International Judo Federation

The International Judo Federation (IJF) was founded in July 1951.[1] The IJF was originally composed of judo federations from Europe plus Argentina.[2] Countries from four continents were affiliated over the next ten years. Today the IJF has 200 National Federations on all continents. There are over 20 million people around the globe who practice judo, according to the IJF.[3]

International Judo Federation
International Judo Federation logo.svg
CategorySports federation
JurisdictionInternational
AbbreviationIJF
Founded1951; 71 years ago (1951)
HeadquartersBudapest, Hungary
PresidentMarius Vizer
Official website
www.ijf.org

HistoryEdit

Since 2009, IJF has organized yearly World Championships and the World Judo Tour consisting of five Grand Prix, four Grand Slams, a master tournament, and a Continental open tournament.[4]

The IJF initially named Russian President Vladimir Putin its honorary president and IJF Ambassador in 2008.[5] That status of Putin’s was suspended in 2022, in reaction to the Russian invasion of Ukraine.[5][6]

The IJF also cancelled all competitions in Russia, but allowed their athletes to compete as neutral athletes.[7]

After the 2022 Russian invasion of Ukraine, all of the other 31 international Olympic sports organizations banned Russian athletes.[8] But IJF President Marius Vizer, a long-time close friend of Russian President Vladimir Putin, wanted instead to let Russians and Belarusians continue to compete as neutral athletes.[8] Finally, both national federations withdrew of their own accord, until June 2022 when they again competed.[8] Ukraine boycotted IJF events beginning in June 2022 because the Russian team was allowed to compete in and entered competitions. Judo is one of the few Olympic sports which goes against the recommendation of the International Olympic Committee.[9]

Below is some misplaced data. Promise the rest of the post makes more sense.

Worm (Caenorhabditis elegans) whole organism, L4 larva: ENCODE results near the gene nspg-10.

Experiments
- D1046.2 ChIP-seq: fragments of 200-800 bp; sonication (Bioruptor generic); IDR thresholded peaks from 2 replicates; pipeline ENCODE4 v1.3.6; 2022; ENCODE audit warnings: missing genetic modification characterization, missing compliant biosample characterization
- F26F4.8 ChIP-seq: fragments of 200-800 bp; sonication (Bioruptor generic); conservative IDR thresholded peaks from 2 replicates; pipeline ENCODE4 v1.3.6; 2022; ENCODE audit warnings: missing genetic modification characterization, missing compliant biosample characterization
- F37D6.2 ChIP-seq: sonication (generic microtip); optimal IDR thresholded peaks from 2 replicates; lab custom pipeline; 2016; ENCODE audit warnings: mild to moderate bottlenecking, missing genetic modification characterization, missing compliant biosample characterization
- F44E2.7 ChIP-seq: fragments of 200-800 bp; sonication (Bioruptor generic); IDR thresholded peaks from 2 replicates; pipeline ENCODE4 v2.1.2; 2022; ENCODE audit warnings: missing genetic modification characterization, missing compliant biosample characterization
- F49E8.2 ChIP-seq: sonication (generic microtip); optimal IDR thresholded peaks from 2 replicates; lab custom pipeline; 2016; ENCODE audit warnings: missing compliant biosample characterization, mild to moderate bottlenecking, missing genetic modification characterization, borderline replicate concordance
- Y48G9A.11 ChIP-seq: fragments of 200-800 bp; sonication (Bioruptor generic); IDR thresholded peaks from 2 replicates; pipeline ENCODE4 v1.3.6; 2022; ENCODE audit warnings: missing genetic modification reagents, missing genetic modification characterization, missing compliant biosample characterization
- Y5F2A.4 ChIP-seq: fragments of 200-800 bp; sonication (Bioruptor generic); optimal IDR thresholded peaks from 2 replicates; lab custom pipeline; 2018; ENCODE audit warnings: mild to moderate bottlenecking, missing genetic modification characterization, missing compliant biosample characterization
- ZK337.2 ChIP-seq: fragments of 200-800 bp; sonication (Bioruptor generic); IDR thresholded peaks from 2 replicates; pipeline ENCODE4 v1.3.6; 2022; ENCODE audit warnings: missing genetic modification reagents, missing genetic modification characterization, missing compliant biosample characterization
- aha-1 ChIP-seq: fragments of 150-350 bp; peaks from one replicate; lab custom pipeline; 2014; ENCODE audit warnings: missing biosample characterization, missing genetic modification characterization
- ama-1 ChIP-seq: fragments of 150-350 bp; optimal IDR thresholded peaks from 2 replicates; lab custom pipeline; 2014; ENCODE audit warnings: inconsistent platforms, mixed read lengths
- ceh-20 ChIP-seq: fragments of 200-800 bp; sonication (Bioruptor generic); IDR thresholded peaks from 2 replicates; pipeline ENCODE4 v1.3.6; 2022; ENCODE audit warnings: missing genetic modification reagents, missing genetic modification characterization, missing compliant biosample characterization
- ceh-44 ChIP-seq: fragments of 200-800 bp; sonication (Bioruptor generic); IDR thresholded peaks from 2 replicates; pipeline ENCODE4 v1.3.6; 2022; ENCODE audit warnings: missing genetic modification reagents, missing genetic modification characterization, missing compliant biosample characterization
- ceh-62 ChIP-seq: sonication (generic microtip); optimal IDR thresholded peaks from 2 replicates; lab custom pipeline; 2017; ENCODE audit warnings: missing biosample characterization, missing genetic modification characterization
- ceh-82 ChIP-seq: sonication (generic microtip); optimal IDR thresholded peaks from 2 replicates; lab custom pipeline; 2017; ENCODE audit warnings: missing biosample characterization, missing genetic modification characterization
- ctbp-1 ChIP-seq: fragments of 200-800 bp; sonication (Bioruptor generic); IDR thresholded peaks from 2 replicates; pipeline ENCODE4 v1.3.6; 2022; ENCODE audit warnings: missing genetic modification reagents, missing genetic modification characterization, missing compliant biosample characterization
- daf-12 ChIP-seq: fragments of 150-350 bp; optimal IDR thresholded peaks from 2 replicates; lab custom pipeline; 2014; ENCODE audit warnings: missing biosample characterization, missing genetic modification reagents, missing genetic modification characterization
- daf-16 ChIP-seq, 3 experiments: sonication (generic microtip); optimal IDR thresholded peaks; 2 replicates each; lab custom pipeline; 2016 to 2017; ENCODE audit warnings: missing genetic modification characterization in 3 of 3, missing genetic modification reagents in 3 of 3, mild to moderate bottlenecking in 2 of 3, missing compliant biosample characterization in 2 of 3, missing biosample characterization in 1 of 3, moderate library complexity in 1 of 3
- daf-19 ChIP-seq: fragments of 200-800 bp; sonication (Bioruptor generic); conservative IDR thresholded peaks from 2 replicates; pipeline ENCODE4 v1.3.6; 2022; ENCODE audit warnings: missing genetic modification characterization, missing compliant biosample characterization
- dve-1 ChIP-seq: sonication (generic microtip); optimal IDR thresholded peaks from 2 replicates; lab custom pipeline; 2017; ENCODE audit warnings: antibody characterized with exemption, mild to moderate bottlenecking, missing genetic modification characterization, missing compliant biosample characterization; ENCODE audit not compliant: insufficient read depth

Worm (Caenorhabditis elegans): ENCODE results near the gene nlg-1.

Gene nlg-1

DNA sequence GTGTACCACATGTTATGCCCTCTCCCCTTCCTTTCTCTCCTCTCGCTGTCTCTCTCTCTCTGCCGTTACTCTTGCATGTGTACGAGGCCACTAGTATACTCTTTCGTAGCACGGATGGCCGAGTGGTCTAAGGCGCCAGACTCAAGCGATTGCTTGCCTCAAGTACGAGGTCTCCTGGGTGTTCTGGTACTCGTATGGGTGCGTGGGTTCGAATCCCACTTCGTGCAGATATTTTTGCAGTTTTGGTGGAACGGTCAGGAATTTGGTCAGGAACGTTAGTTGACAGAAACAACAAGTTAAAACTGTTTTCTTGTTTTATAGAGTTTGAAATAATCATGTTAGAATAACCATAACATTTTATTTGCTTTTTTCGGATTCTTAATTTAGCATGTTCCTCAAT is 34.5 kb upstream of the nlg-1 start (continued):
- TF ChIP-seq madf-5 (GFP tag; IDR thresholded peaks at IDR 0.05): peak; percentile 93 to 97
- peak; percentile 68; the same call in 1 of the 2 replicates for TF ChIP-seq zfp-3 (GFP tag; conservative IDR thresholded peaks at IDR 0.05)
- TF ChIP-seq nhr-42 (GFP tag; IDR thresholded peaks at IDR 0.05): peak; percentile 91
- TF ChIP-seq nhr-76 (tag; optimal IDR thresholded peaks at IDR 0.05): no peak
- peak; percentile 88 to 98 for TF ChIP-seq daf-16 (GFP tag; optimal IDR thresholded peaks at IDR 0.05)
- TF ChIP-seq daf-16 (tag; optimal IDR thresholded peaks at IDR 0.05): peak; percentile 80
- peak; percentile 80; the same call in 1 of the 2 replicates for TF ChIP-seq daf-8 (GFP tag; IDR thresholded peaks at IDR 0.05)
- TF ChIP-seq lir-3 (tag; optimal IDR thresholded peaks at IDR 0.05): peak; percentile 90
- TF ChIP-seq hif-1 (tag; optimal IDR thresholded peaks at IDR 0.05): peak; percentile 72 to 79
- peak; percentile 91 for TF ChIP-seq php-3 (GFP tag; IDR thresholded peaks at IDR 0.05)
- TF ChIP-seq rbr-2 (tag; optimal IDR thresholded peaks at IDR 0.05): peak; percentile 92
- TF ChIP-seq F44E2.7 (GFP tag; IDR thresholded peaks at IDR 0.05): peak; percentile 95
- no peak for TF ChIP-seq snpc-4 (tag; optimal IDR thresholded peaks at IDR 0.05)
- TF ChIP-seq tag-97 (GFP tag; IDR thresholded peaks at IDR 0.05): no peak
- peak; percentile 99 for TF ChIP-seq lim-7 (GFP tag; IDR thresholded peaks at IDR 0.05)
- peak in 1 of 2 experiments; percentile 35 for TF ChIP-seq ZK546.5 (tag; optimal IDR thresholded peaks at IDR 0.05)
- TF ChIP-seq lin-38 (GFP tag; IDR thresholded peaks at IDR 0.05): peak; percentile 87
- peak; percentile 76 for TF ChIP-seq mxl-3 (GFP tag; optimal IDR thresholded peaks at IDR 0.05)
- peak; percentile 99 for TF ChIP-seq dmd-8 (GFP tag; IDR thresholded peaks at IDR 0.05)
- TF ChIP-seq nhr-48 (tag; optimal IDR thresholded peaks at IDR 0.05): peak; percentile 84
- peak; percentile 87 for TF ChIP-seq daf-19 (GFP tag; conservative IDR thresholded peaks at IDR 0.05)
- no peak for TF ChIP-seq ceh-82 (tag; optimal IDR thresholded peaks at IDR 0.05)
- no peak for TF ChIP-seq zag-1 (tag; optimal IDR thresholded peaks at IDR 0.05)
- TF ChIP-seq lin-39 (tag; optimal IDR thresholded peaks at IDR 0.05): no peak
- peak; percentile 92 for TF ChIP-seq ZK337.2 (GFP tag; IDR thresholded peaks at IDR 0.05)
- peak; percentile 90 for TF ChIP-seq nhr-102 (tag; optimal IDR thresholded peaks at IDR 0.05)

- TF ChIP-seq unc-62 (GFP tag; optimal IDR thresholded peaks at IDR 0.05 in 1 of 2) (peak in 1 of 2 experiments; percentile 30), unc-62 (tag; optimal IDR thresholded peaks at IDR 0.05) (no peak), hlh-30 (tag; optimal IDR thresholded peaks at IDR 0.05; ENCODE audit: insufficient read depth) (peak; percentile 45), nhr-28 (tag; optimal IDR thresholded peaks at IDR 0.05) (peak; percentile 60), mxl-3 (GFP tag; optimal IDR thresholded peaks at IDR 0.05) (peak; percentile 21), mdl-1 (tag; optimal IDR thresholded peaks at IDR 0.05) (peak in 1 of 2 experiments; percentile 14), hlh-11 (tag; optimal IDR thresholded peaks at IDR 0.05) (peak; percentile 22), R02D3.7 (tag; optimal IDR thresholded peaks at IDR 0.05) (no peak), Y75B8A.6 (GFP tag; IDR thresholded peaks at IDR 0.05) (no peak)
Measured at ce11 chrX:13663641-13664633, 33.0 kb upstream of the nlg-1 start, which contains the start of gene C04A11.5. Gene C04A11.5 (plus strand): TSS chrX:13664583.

EventsEdit

Presidents of the IJFEdit

ReferencesEdit

  1. ^ Ohlenkamp, Neil (2006). Black Belt Judo - Neil Ohlenkamp - Google Books. ISBN 9781845371098.
  2. ^ "History". www.insidethegames.biz.
  3. ^ Thomas, Luke (March 8, 2015). "What is judo's problem with mixed martial arts?". MMA Fighting.
  4. ^ "Timeline". International Judo Federation. Retrieved 29 September 2021.
  5. ^ a b "International Judo Federation Suspends Putin as Honorary President". RFI. February 27, 2022. Retrieved February 27, 2022.
  6. ^ "Official Announcement of the International Judo Federation". International Judo Federation. Retrieved February 27, 2022.
  7. ^ "Citing safety concerns, Russia withdraws all judo athletes from international competition". infobae.
  8. ^ a b c "Most Olympic federations suspend Russian athletes, but officials go free". www.playthegame.org.
  9. ^ "Ukraine boycotts Olympic judo qualifier as Russians compete". 25 June 2022.
  10. ^ "International Judo Federation Executive Committee". International Judo Federation. Archived from the original on 14 July 2011. Retrieved 16 July 2011.

External linksEdit